small rental apartment bentonville
This gives you an idea of how cramped we all were in our temporary housing. Mattress on the floor, cats all over everything, four or five bikes that needed to be rotated around the room if we did laundry….It was annoying, to say the least.

Sometimes mid-term tenants are construction workers who are on a project for a specified time period. Sometimes it is a corporate employee doing training for a different out-of-state office, and maybe the corporation itself is actually paying you instead of the individual. Sometimes it’s people between moves, like us, or even a local family who’s had a major disaster happen and their insurance company is paying for temporary housing. Travel nurses were the niche I planned to market toward, but there are plenty of options. Regardless of the reason behind the lease, there is a definite need for a middle-of-the-road time frame.

The Money Comparison

I go back and forth between wanting the long-term reliability and consistency, versus the short/mid-term creativity in rentals. There are plenty of pros and cons for each type of real estate you get into, and every investor has their own opinions on the matter. One big factor in my decision was the potential income. The house I purchased in Tulsa would’ve probably only gotten about $1,200 in monthly rent, as a long-term traditional unit (unfurnished, with tenants paying utilities). By the time I factored in the costs of maintaining an 83-year-old home, my actual profit at the end of the month would have been very minimal. But, if I furnished it and included utilities, the going rate on Furnished Finder and Airbnb for monthly rentals in my area was upwards of $1,900 per month. With my brand new bathroom (of course, that project was expensive and I’ll be paying it off for a while) and the renovations we were doing, my plan was to list it for $2,000 per month.

My biggest point of concern was the utilities. I had no idea what the typical monthly rates would be with several people living in the house full-time. We’d only been spending weekends there during the renovation, but I felt like the heat bill was already high. Keep in mind the efficiency of your HVAC system, age of pipes, etc. when you’re trying to plan for expenses. Also consider whether you’ll be renting to one professional, or a couple. Or, a couple plus a roommate! This can cause those utilities to vary quite a bit.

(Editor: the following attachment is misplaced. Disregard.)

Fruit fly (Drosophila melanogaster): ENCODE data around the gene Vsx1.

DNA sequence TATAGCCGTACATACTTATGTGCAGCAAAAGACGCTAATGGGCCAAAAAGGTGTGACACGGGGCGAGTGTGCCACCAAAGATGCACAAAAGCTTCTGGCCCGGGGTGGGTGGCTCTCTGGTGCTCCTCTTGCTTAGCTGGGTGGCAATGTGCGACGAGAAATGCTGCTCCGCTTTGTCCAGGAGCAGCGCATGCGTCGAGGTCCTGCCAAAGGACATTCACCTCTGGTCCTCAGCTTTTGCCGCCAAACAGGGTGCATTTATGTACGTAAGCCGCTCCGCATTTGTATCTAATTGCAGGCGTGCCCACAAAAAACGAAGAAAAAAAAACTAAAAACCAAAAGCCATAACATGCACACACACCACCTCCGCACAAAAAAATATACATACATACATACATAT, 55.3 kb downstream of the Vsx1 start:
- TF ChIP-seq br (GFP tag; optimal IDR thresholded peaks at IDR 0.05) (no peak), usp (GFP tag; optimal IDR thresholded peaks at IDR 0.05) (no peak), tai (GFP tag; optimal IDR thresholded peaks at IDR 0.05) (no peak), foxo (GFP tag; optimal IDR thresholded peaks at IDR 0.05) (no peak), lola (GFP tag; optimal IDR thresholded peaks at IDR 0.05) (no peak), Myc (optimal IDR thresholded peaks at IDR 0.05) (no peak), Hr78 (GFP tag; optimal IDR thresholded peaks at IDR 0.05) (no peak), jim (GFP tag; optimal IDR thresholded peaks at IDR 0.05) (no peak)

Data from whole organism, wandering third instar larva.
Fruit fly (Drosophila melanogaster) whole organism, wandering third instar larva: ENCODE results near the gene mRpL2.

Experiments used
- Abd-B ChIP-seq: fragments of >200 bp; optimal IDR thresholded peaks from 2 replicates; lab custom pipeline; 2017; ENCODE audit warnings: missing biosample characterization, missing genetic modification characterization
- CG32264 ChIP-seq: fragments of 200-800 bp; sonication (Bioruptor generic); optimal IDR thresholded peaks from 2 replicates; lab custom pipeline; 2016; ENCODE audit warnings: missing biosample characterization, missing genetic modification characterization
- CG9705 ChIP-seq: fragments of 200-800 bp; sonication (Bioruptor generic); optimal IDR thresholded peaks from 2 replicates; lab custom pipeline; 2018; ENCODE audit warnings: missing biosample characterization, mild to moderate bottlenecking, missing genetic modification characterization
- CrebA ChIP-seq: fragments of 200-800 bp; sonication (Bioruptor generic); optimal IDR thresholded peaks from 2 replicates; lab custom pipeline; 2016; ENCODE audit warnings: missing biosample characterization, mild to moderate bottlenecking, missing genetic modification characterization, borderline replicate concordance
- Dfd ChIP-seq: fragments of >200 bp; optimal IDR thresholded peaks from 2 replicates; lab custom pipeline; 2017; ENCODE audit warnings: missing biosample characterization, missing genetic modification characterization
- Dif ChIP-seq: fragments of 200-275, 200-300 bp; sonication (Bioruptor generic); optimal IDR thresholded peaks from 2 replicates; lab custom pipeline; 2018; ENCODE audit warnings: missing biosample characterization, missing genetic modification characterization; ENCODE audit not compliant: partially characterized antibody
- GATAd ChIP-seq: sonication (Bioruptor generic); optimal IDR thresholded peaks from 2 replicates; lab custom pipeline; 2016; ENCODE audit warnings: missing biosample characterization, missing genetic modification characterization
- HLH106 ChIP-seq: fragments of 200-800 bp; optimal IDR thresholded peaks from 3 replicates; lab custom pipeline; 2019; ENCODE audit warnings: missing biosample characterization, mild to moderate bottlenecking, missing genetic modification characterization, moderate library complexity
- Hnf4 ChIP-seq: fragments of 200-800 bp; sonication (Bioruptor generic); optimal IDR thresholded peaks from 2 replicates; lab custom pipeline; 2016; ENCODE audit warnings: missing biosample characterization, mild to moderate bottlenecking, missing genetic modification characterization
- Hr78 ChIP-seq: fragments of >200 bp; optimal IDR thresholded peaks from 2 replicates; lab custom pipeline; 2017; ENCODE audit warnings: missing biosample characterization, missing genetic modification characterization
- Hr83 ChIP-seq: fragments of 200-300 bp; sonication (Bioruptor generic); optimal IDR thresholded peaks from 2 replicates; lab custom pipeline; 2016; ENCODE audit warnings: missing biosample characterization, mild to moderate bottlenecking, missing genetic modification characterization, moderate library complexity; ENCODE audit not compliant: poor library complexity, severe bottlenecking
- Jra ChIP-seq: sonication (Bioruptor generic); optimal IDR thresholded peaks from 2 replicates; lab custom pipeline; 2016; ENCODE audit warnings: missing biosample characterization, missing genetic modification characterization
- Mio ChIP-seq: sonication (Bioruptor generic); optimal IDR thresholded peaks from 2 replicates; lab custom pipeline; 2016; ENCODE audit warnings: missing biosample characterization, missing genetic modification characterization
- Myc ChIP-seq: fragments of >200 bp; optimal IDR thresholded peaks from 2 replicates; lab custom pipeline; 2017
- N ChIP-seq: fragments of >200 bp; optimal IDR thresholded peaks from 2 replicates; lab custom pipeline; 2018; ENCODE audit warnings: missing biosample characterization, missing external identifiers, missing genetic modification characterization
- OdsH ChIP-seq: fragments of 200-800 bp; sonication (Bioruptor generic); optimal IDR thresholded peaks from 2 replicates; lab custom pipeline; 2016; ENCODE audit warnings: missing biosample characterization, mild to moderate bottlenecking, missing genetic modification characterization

bathroom remodel plumbing
This was the bathroom after it was gutted completely. I felt good about having updated plumbing in most of the house, knowing that I’d be responsible for the water bill (the previous bathroom fixtures had a lot of leak issues. The HVAC vent in the bathroom was also damaged and wasting a lot of heat, which we didn’t realize until the walls started coming down).

Pros and Cons

I am still a newbie in this investment game. Very much so. I currently have my first tenants in the house and am still figuring out so many things. But, some things I did consider while deciding on my plan of action may help you if you’re considering a mid-term furnished rental.

  • Long-term rental:
    • Less turnover between tenants
    • No furnishings provided
    • No décor, few extras, etc.
    • Tenant pays utilities
    • Consistency with tenants
    • Lower rent rates in general = less cash flow
    • Potential for unknown home issues (infrequent visits)

  • Mid-term rental
    • “Airbnb” level furnishings and décor
    • More up-front expenses to prepare
    • Flexibility with pricing
    • Higher rental rates = potential for high cash flow
    • Tenants often have background checks done/contracts for work
    • Frequent inspections (during turnover) to address issues
    • I pay utilities

If you want to get into real estate investing but aren’t sure that traditional rentals are right for you, then take a look at mid-term rentals. Spend some time doing the research, look at prices on Furnished Finder (and Airbnb for monthly stays) and it might be a good option for you to dip your toes, like I am. I’ll definitely update as I go, since I’ve just gotten started in the mid-term rental game. If I love this type of investment after I have a few tenants this year, then I’ll probably try to do more of this. So far, there’s been enough stress (ex: a broken bed the first week the tenants were in the house!) that I am questioning whether this is something I want to do for the long haul. Only time will tell!

Random tip

I did discover one awesome little method of obtaining some good stuff for the house on the cheap that I’ll share with you. One of my coworkers told me about a website where returns/damaged goods/incorrect orders/etc. from online shopping sites get auctioned. She had purchased a brand new sink at a significant discount. I got pretty addicted to the bidding site, and quite quickly. There are a lot of little details you’ve got to pay attention to when bidding, and when picking up items. There are different sites all over the country for this kind of thing, so I’m not going to link the specific one I used, but it’s worth a Google if you want to potentially acquire some goods at a steep discount. Just be warned you may end up with a legless table…. or a coffee maker that is actually an ice maker….

furnished rental living room
I got all the rugs, the white chair, and the ladder shelf from the auction site. I call it “The Amazon Graveyard” warehouse.